Learn vital skills that can't be taught in school

I agree that our current educational system is not preparing our students for the real world ("Let's tear down the ivory tower called school"; last Saturday).

There are skills that are vital for success, yet many people hardly learn them.

To be future-ready, students must have a passion for learning and the ability to learn how to learn. They must know how to harness information, think critically and constantly improve themselves.

In my straw poll with many people, I found that, sadly, a lot of them have not read a single academic journal or attended any educational course after completing their formal education.

In a fast-changing world, they are heading towards irrelevance and obsolescence.

As there will be potentially more natural crises and other kinds of turbulence ahead, we need to help our students to cultivate problem-solving skills to deal with them.

They need to know how to handle failure and build up their resilience so that they will be able to exploit the silver lining in every dark cloud.

They must be competent in managing change and be committed to constant improvement so as to be able to make sustainable contributions to their organisation and society.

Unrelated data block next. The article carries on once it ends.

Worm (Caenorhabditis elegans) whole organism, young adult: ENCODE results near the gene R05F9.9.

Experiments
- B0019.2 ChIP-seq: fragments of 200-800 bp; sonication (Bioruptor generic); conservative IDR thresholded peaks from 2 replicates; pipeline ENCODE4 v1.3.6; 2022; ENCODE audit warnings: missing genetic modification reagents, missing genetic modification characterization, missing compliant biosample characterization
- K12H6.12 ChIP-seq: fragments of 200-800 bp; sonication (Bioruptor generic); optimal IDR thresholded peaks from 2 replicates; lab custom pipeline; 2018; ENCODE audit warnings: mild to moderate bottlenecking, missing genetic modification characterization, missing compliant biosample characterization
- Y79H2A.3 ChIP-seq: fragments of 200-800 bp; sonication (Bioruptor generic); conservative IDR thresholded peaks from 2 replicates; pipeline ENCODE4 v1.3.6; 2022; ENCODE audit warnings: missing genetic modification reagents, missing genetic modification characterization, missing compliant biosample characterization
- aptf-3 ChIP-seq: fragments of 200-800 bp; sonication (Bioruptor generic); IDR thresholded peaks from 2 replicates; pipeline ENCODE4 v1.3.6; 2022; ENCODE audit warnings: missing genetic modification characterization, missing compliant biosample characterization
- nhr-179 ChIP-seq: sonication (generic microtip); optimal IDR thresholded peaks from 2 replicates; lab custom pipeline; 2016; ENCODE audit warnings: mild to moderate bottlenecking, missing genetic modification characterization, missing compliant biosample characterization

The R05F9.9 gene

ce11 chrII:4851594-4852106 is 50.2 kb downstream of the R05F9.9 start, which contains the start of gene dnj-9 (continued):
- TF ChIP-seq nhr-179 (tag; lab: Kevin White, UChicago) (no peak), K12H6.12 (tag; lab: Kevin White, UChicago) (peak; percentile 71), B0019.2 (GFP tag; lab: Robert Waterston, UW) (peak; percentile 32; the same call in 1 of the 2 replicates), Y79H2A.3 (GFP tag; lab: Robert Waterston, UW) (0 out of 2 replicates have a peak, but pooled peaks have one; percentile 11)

In a world that is increasingly interconnected and interdependent, they must know how to connect and communicate with others in the global community, and have the competence and sensitivity to collaborate with them.

At the same time, they must know how to work with people of different countries, creeds and customs, to co-create solutions for current as well as future challenges.

These are but some of the skills that cannot be cultivated behind the hallowed walls of a school.

Yes, let us tear the walls down to give our students the chance to connect to and learn from the real world.

Patrick Liew Siow Gian (Dr)

A version of this article appeared in the print edition of The Straits Times on August 26, 2015, with the headline 'Learn vital skills that can't be taught in school'. Print Edition | Subscribe